Books by Diane Lindsey Reeves

I DECLARE, CHARLIE BROWN! by Diane Lindsey Reeves
Released: Sept. 21, 2015

"Good grief! (Picture book. 4-8)"
The Peanuts gang explains the origins of the American Revolution—kinda. Read full book review >
Released: March 1, 2000

paper 0-8160-4096-6 Even those readers not necessarily seeking a career guide will find this an enlightening introduction to math-oriented, math- dependent jobs of many kinds. Reeves leads off with a lengthy self-test to help readers determine whether a career in mathematics is appropriate. She subsequently covers 15 careers, ranging from actuary work to urban planning, giving a general description of each occupation, a list of fascinating websites, and a profile of someone who actually does each particular job. The chapters are followed by a list of careers in science, health, aviation, and more, all requiring a degree of proficiency in math. Finally, a working plan is laid out, to help readers organize the steps necessary to break into and thrive in their chosen fields. Plenty of useful information has been packed into this book, written in a lively and interesting manner that will engage browsers as well as those gazing into the future. (b&w drawings and photographs, bibliography, index) (Nonfiction. 12-14) Read full book review >
Released: Nov. 1, 1998

paper 0-8160-3688-8 A helpful entry in the Career Ideas for Kids series, this will aid students in narrowing their choices among the many computer-related professions, for research or real life. Reeves (Career Ideas for Kids Who Like Art, p. 816) and Kent dispel the stereotypes (that jobs involving computers may be nerdy, demanding, or boring) and may entice readers who never considered the industry with some of the possibilities. Descriptions of standard computer jobs—e.g., systems analyst, computer programmer, technician—mingle with explanations of the fields of artificial intelligence, on-line research, and computer games. Interviews and suggestions for further reading, people to meet, and organizations to contact are included in a text liberally peppered with websites, making any job research a multimedia endeavor. There are plenty of students wondering how to put their mouse, joystick, and keyboard skills to work—this volume will help them begin to sort out and plan for their futures. (b&w illustrations, photos, index) (Nonfiction. 13-16) Read full book review >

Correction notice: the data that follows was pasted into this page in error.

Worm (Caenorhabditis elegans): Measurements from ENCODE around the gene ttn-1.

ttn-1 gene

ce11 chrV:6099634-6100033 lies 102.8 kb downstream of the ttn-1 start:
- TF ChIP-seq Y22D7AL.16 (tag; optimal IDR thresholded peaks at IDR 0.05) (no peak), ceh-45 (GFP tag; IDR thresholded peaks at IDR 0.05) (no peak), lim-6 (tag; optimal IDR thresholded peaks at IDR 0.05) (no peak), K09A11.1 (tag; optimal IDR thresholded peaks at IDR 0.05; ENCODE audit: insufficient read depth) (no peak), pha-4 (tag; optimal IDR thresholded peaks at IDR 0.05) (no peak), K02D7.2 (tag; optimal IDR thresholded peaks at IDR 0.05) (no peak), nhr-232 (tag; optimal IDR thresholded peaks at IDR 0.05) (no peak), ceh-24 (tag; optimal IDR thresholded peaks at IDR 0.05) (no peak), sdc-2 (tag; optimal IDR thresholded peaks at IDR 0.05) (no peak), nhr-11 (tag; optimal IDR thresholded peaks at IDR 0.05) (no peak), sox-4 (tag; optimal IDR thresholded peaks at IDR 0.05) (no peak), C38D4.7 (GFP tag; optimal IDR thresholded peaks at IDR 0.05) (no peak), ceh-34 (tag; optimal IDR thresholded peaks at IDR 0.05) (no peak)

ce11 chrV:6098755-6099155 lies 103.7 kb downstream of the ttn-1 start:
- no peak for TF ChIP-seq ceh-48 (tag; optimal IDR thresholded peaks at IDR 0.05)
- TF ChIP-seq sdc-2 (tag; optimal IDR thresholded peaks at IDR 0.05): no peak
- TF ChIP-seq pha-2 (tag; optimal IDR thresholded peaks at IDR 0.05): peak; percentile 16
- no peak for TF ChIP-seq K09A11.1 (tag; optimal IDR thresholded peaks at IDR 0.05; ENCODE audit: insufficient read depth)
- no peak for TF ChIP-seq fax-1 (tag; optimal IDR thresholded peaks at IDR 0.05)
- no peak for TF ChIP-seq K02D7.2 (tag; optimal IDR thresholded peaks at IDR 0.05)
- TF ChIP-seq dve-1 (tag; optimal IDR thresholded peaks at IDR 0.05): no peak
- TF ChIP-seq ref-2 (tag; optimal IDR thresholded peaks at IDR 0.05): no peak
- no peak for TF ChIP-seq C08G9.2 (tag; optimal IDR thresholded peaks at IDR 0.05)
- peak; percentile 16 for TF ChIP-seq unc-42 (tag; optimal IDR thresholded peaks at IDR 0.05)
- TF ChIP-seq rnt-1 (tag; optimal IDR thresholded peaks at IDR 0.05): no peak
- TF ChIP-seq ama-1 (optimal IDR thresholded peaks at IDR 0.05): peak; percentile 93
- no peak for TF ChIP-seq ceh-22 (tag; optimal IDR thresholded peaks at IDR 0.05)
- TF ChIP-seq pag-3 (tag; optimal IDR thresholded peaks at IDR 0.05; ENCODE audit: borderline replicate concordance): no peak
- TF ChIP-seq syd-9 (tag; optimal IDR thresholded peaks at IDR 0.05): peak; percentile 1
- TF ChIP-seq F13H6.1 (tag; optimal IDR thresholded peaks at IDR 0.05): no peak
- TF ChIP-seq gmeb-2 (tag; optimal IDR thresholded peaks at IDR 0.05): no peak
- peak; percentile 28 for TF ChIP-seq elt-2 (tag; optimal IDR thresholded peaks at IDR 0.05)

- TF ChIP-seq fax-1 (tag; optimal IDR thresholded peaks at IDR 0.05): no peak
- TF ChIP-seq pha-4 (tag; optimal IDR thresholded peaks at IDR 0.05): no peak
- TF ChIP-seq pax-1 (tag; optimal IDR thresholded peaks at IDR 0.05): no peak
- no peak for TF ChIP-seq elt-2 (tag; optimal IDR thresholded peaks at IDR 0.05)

Released: July 1, 1998

paper 0-8160-3687-X The lack of money in the arts makes finding full-time art-related work tough; this book helps readers apply their skills to occupations that really exist by examining 15 different jobs in detail, among them, museum curator, chef, fashion designer, and industrial designer. The book opens with a lengthy 84-question quiz intended to help readers ascertain their field of interest. Each career entry contains interviews with people working in the field along with addresses. Readers are encouraged to go to the library and the Internet to continue their research, and there are also tips on setting up informational interviews with people working in artistic fields. A helpful browsing tool for students who want to think ahead to their post-school years. (Nonfiction. 12-16) Read full book review >